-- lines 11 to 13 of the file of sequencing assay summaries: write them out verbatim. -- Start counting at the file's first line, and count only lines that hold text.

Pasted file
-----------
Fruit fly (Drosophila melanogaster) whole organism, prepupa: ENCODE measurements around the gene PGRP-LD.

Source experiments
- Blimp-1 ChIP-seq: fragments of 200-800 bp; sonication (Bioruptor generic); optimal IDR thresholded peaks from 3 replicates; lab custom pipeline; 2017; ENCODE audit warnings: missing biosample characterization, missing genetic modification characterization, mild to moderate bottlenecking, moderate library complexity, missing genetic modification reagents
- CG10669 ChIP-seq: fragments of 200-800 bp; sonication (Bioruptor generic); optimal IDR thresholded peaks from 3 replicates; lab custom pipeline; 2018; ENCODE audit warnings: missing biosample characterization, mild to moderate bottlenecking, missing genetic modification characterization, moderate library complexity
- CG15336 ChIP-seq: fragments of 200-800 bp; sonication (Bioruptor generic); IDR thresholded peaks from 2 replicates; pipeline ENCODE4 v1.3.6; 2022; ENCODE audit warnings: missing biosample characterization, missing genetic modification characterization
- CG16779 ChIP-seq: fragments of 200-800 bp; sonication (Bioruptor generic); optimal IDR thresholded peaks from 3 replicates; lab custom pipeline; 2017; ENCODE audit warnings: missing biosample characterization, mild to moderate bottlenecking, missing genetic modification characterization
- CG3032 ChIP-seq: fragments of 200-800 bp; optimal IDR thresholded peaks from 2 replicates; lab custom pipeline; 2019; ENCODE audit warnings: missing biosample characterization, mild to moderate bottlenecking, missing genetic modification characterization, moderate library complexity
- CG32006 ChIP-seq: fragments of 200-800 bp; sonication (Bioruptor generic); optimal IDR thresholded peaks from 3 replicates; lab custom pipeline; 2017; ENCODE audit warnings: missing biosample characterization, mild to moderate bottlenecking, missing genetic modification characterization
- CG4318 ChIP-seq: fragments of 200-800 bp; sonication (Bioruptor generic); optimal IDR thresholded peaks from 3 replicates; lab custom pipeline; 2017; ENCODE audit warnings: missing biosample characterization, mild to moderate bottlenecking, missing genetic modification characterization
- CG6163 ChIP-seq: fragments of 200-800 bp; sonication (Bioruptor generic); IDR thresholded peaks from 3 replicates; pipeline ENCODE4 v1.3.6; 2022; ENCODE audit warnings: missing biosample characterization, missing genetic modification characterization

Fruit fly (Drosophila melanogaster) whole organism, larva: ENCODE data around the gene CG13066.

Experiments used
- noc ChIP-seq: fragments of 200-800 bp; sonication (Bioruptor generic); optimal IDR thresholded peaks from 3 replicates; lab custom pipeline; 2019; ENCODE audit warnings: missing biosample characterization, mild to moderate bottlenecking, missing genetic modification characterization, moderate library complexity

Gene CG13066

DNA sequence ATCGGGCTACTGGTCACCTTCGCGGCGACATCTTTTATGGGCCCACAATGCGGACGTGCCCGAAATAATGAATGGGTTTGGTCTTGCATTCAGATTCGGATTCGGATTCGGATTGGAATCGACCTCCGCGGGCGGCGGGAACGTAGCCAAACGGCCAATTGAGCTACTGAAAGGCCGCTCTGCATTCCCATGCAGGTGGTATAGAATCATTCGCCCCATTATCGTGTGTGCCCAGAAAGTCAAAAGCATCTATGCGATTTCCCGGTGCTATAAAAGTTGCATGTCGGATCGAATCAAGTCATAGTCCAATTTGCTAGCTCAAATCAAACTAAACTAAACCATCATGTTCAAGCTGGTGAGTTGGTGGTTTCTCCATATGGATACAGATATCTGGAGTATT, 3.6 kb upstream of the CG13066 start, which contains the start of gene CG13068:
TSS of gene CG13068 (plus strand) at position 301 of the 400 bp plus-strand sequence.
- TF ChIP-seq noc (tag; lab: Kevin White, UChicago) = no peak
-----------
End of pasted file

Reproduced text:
Fruit fly (Drosophila melanogaster) whole organism, larva: ENCODE data around the gene CG13066.

Experiments used
- noc ChIP-seq: fragments of 200-800 bp; sonication (Bioruptor generic); optimal IDR thresholded peaks from 3 replicates; lab custom pipeline; 2019; ENCODE audit warnings: missing biosample characterization, mild to moderate bottlenecking, missing genetic modification characterization, moderate library complexity